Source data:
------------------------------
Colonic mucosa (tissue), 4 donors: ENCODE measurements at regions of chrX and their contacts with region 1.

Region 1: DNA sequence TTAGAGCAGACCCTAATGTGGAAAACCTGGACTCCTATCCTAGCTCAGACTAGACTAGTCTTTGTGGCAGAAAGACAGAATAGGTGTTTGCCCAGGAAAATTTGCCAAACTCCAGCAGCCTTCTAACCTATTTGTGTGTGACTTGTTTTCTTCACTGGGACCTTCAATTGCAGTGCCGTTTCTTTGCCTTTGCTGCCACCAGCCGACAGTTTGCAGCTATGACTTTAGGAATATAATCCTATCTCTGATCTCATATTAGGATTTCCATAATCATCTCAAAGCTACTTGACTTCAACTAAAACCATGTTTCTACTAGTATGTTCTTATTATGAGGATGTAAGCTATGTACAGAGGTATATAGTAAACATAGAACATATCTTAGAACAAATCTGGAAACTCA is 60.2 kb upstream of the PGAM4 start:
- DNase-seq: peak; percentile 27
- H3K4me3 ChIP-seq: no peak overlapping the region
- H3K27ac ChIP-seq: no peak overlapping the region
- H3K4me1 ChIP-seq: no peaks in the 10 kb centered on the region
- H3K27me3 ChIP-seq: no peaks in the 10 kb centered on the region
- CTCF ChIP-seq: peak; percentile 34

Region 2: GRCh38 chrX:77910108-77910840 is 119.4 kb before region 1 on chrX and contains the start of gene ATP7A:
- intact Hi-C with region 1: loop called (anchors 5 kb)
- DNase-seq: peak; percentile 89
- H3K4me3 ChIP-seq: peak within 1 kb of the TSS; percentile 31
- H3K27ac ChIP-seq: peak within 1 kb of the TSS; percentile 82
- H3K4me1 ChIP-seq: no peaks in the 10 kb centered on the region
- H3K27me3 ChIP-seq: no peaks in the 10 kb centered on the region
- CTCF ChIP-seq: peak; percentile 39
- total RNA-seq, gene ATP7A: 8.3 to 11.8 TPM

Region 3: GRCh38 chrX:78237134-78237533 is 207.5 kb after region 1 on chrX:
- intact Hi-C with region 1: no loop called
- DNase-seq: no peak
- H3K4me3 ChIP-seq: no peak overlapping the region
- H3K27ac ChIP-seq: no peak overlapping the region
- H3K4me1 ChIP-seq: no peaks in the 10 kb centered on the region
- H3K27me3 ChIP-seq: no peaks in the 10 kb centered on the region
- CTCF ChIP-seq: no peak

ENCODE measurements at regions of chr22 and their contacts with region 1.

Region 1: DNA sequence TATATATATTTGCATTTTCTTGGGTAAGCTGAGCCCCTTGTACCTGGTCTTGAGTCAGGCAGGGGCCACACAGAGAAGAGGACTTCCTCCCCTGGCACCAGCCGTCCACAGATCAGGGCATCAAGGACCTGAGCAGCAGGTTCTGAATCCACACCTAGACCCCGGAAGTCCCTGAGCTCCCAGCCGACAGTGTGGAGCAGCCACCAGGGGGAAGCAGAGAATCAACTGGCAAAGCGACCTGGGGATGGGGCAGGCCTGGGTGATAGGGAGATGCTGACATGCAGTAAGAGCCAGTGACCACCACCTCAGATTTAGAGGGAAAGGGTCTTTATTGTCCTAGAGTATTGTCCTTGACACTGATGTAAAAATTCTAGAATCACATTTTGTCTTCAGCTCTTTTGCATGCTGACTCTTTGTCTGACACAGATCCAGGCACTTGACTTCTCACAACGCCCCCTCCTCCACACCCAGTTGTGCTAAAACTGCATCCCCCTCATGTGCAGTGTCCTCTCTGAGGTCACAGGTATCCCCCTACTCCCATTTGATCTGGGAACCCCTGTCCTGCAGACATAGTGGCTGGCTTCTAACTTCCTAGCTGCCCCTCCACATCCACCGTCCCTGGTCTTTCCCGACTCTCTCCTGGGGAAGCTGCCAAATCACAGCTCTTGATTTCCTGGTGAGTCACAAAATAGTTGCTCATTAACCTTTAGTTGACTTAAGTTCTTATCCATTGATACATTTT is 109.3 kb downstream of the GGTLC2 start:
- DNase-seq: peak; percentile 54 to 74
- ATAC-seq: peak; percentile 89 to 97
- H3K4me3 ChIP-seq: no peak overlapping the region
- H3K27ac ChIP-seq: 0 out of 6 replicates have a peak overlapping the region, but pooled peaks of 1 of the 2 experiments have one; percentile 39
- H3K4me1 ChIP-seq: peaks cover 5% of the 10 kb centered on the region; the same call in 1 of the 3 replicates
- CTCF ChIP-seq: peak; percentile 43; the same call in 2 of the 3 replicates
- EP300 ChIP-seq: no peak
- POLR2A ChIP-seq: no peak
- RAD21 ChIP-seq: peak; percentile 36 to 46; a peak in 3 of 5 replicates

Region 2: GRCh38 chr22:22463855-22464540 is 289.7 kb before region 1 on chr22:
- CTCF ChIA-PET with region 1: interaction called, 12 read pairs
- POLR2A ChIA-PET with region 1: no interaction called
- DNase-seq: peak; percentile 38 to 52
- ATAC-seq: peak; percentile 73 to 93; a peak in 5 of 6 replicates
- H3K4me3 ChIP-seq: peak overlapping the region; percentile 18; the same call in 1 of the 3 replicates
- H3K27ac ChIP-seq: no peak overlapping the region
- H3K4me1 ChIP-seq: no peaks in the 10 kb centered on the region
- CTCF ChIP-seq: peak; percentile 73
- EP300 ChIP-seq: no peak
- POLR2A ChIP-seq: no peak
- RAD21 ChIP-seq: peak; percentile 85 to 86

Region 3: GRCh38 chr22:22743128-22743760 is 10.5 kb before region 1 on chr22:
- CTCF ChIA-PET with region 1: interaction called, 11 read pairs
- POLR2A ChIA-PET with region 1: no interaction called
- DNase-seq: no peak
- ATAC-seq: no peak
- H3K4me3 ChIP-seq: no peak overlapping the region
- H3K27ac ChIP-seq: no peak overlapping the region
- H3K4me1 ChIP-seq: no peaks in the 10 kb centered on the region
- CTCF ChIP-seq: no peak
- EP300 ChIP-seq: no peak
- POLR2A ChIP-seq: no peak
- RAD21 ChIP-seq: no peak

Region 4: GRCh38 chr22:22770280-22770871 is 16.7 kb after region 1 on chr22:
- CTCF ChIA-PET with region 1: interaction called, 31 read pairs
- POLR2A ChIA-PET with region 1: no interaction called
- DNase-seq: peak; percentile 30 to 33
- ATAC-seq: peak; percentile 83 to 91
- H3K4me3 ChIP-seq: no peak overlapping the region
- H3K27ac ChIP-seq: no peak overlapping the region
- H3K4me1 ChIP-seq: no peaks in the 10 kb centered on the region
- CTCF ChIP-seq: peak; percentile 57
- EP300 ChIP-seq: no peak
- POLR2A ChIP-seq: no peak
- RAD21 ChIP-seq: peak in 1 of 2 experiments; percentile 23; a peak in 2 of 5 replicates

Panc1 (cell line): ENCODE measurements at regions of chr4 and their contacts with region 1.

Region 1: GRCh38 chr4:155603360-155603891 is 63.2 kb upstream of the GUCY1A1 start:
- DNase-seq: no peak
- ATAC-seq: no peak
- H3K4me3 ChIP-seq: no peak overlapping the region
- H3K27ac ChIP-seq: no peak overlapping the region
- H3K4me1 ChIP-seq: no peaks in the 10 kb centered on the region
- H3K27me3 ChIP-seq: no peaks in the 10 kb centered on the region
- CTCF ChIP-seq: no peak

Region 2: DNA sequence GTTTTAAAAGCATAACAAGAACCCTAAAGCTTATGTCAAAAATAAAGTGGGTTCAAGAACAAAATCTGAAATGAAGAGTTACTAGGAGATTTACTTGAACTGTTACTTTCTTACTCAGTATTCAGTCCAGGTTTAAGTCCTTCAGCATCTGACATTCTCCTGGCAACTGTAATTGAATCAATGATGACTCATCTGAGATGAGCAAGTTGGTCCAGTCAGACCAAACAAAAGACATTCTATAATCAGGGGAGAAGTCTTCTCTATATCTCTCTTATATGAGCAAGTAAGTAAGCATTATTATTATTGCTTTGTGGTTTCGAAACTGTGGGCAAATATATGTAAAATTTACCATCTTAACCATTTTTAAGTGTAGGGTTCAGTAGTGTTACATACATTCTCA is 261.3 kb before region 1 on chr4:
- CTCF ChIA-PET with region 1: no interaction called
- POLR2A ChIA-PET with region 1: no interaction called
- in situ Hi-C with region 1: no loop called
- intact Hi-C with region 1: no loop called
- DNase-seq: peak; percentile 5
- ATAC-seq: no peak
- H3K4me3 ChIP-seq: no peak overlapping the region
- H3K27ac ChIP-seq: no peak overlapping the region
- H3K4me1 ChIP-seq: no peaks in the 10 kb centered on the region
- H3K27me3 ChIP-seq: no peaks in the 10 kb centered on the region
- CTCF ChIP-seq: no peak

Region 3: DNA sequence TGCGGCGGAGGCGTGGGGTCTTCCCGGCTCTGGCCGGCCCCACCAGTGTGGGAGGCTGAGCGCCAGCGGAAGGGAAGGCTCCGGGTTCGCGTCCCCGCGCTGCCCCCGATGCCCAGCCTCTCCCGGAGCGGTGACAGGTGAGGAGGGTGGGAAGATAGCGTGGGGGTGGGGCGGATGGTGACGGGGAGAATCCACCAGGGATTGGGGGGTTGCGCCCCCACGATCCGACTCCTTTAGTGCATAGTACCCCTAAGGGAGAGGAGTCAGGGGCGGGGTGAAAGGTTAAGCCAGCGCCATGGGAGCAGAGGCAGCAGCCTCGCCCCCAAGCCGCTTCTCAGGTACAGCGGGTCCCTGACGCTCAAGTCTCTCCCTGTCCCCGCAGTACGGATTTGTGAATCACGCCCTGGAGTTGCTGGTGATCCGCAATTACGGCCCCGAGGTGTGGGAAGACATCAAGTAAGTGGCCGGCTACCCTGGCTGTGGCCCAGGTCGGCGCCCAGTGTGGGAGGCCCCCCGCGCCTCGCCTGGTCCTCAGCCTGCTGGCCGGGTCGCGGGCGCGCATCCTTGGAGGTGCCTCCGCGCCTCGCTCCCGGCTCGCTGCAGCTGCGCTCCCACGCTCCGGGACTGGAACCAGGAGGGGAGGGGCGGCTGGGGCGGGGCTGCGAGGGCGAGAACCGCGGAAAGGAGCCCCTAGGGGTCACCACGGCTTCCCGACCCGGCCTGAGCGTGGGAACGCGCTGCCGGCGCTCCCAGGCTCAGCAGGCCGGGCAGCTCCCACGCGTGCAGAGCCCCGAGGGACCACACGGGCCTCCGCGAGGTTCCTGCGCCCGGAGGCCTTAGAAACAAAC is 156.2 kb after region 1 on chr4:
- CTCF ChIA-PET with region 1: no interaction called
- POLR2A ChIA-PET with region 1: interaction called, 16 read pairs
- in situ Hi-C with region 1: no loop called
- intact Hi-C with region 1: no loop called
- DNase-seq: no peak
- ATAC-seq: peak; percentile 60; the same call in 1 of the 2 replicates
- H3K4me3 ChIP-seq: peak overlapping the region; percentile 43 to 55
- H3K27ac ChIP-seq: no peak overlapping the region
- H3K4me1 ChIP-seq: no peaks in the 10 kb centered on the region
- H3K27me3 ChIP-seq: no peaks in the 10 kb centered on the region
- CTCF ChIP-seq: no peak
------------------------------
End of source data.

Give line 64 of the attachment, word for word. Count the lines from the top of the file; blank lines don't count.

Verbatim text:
- DNase-seq: peak; percentile 30 to 33